The Life of a Value-seeker

The Ultimate Value-seeker

As Highlander-esk the title of this Blog may sound, I assure you it is not. Becoming a Value-seeker is as simple as taking off the glasses you currently view the world through, and putting on a new pair; a paradigm shift in short.

This paradigm settled upon me a couple months ago when trying to make sense of some stressful things in my life. I have tried quite hard in recent years to see the best in everything that happens to me. “A failure is a chance to learn a lesson,” is something I would tell myself often. However, after a string of failures, I came to a greater realization: “Those who seek value in all things, are always most wealthy.”

So imagine that the life you live now has taken on the form of an RPG, Role-Playing Game, video game. As with the point of most video games, the goal is to advance through levels and set high scores. Well, as you advance through the various levels in your life (completion of a class, graduation from school, promotion in career, etc.), you are also scoring “points.” For example, if you have recently completed a course in Computer Engineering, your grade in that class would be your score. Or if you have recently been promoted to a higher position in your career, your pay increase would be your score. Make sense?

Throughout your life, your scores begin to add up. By age 41, someone may reach a score of say… 20,000 points (the actual value is not important for understanding). However, it is quite possible for a person at the age of 22 to reach the same 20,000 points if they had been more actively seeking them than the 41 year old. In the same respect, a person of age 85 is likely to have surpassed that 20,000 point mark long ago, and therefore can offer great insight to those still at that point total. These points equate to life experience. And in my eyes, life experience equates to something I’ll call universal wealth.

What I’m getting at here is this: as we go through life, we are faced with an array of situations that require us to make a decision. The extent to which we learn from the results of each of those decisions, is the universal wealth we possess. Therefore, the most universally wealthy people in the world are those who choose to learn as much as they can from every decision, from every person, and from every situation they come into contact with in their life.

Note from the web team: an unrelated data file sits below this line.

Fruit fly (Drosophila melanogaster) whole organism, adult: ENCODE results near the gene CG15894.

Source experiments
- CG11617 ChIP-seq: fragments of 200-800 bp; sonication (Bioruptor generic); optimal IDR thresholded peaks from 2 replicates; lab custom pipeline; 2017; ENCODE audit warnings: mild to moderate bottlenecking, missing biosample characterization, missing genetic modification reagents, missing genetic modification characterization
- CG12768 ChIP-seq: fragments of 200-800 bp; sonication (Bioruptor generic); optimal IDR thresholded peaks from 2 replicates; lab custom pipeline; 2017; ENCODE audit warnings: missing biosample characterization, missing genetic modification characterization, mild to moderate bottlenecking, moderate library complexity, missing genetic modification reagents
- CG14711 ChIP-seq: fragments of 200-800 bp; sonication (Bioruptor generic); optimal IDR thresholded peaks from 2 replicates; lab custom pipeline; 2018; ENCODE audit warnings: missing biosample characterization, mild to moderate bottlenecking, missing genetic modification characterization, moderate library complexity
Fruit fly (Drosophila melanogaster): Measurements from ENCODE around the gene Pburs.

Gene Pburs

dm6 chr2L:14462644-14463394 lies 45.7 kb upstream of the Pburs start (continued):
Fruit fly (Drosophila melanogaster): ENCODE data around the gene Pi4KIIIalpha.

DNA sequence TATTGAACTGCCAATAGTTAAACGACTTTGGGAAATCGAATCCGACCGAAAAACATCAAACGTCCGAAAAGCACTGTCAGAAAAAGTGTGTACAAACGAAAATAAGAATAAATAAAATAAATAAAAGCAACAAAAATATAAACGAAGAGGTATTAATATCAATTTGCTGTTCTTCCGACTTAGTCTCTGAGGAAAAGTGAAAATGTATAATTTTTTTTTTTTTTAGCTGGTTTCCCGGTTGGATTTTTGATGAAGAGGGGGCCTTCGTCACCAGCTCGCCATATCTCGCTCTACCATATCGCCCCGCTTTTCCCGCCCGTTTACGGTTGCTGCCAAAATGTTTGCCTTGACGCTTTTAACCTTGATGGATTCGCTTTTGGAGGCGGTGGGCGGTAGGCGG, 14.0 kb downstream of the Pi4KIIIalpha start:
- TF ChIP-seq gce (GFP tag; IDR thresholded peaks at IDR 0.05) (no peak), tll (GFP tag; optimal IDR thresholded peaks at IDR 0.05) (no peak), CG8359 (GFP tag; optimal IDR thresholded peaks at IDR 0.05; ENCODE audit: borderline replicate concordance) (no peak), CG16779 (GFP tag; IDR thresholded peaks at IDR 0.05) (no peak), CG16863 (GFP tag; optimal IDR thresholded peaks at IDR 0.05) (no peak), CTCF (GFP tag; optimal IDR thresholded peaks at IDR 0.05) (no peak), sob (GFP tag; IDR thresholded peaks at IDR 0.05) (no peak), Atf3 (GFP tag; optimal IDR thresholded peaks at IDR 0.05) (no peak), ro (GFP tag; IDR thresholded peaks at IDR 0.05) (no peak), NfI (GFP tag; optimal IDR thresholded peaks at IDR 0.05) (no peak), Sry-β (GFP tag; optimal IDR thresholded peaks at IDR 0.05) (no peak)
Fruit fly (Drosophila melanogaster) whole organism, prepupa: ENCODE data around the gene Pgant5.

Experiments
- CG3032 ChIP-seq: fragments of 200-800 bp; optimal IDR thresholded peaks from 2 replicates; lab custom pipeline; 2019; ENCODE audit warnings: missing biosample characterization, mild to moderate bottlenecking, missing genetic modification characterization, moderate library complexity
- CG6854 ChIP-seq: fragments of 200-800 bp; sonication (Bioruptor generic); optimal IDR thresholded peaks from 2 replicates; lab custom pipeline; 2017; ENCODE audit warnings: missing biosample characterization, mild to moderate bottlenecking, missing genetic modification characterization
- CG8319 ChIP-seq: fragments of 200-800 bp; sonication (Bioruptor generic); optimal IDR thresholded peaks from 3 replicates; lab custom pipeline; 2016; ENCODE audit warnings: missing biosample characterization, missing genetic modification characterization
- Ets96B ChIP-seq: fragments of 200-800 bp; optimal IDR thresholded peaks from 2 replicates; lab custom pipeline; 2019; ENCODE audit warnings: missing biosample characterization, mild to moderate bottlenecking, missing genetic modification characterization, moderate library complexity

Mahatma Gandhi’s hunger strike in the 1930’s was not just a method of sending a message to the world. For Gandhi, it was a life experience that would give him immense universal wealth. From that point on, he knew that his body’s cries for hunger were far less important than that of his people. He knew that the concept of his own death was miniscule in comparison to the concept of one race abusing another. For these reasons, he will always be regarded as one of the wealthiest beings in human history. No one remembers him for how much money he had, or for the amount of followers he had. Instead, he is remembered for the drastic and absolutely necessary changes he made to the societal continuum; something limitlessly more valuable than any paper currency.

THE TAKE AWAY: Anyone who spends their life searching for the value in everything they do will increase their understanding of the world much more rapidly than those around them. And, as I have said before, the first step toward solving any problem, is understanding it. So before you tear off your glasses, and put on the new pair, take the time to make sure the prescription is right, for the rest of your life will be seen through them.

2 thoughts on “The Life of a Value-seeker

  1. Im learning about values in my drawing class. It seems the closer I look at the values in my drawing, the more imperfections I see. I didnt see these when I started the class. My eyes have learned to see slighter and slighter contrast. A light value next to a dark value makes the light look lighter than if it were by itself. This relates to the way one percieves values in life.

    • thank you for your comment Seanny B.. I really like the analogy you make here.

      The many shades of virtues in this world can cause for a lot of confusion, but also clarity. The extent to which one extracts value from a situation depends on the inherent values of that person. How they were raised, what they have gone through in life, and systematic ways of dealing with emotion are examples of such values.

      The point I would like to make in addition to yours is that if one can adopt the mindset of finding the MOST value in any life situation they encounter, then they can be MOST wealthy. What are your thoughts on this?

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